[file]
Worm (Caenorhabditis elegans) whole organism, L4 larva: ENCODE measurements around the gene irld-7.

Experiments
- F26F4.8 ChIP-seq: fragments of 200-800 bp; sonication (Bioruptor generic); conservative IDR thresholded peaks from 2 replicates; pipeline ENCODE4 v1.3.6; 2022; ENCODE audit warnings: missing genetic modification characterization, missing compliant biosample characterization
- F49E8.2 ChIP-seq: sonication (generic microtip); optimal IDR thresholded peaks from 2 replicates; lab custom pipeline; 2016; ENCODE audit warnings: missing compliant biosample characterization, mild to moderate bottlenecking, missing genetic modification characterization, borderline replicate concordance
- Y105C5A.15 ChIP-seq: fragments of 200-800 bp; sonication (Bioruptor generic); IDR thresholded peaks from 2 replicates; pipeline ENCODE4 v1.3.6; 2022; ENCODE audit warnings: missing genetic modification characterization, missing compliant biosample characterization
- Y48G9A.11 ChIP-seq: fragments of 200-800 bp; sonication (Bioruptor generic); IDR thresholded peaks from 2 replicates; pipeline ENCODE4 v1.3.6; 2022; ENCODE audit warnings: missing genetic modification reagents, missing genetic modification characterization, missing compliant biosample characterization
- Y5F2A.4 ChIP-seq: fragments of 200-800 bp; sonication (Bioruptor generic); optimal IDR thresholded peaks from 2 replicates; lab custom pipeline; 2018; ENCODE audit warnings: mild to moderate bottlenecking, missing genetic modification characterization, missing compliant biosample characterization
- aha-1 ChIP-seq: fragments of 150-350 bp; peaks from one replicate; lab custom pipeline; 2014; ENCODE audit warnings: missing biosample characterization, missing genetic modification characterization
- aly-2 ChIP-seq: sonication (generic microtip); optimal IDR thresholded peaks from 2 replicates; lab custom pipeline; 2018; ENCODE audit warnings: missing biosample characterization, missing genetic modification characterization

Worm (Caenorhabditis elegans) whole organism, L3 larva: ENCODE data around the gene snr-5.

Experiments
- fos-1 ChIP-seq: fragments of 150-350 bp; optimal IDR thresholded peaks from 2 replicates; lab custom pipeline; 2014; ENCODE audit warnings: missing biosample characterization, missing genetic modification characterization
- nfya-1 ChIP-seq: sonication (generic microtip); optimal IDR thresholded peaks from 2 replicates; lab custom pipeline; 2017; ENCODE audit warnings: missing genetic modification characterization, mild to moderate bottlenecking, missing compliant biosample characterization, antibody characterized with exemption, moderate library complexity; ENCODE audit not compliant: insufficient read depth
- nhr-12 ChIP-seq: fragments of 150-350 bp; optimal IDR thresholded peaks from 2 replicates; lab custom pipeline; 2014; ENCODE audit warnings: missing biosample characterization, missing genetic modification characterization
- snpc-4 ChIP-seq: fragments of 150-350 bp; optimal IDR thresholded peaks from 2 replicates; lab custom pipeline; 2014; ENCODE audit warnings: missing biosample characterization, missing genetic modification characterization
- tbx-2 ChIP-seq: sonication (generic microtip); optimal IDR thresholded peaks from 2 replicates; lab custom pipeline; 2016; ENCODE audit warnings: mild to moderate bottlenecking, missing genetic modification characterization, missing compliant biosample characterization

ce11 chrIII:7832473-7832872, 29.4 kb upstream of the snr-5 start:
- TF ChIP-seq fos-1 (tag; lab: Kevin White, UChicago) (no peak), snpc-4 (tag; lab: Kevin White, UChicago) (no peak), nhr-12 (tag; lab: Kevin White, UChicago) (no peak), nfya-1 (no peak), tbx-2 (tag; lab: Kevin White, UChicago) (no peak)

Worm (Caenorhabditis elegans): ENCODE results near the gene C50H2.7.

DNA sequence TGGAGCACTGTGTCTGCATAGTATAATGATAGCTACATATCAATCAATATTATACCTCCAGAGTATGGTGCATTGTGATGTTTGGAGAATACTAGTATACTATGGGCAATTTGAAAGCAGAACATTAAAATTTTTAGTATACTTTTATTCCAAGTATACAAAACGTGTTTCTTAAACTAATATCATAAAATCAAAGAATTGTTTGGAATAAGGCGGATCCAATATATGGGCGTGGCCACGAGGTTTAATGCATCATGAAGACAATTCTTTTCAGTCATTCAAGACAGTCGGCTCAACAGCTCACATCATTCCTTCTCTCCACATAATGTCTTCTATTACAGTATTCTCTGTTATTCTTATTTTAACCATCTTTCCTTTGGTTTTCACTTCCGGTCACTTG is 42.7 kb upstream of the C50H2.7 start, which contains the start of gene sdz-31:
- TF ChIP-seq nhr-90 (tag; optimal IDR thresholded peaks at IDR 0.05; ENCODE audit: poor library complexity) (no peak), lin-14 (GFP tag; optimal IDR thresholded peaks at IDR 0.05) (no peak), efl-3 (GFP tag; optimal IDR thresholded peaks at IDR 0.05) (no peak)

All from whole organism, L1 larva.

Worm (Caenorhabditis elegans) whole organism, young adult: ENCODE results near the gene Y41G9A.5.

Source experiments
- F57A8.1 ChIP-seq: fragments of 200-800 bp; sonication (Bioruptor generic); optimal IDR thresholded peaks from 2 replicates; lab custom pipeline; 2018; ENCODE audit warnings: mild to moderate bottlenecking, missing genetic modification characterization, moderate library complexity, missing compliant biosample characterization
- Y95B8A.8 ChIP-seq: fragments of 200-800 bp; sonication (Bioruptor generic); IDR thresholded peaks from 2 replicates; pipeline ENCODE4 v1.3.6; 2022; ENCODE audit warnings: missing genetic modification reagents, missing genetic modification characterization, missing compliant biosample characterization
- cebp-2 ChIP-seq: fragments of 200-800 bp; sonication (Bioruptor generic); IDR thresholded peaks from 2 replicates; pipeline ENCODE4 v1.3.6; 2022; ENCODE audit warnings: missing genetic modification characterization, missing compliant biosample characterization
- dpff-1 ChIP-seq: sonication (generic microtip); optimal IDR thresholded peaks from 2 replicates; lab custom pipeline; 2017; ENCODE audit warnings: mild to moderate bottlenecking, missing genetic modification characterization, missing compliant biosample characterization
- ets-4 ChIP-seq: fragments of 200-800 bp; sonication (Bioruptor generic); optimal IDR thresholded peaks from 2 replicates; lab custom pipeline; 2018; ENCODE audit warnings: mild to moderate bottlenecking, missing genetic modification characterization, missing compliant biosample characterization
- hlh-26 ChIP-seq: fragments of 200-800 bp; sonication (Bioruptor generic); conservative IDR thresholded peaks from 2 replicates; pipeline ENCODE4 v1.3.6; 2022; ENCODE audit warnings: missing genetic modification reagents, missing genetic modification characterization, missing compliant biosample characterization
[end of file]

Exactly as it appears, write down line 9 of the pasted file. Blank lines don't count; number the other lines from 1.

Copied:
- aly-2 ChIP-seq: sonication (generic microtip); optimal IDR thresholded peaks from 2 replicates; lab custom pipeline; 2018; ENCODE audit warnings: missing biosample characterization, missing genetic modification characterization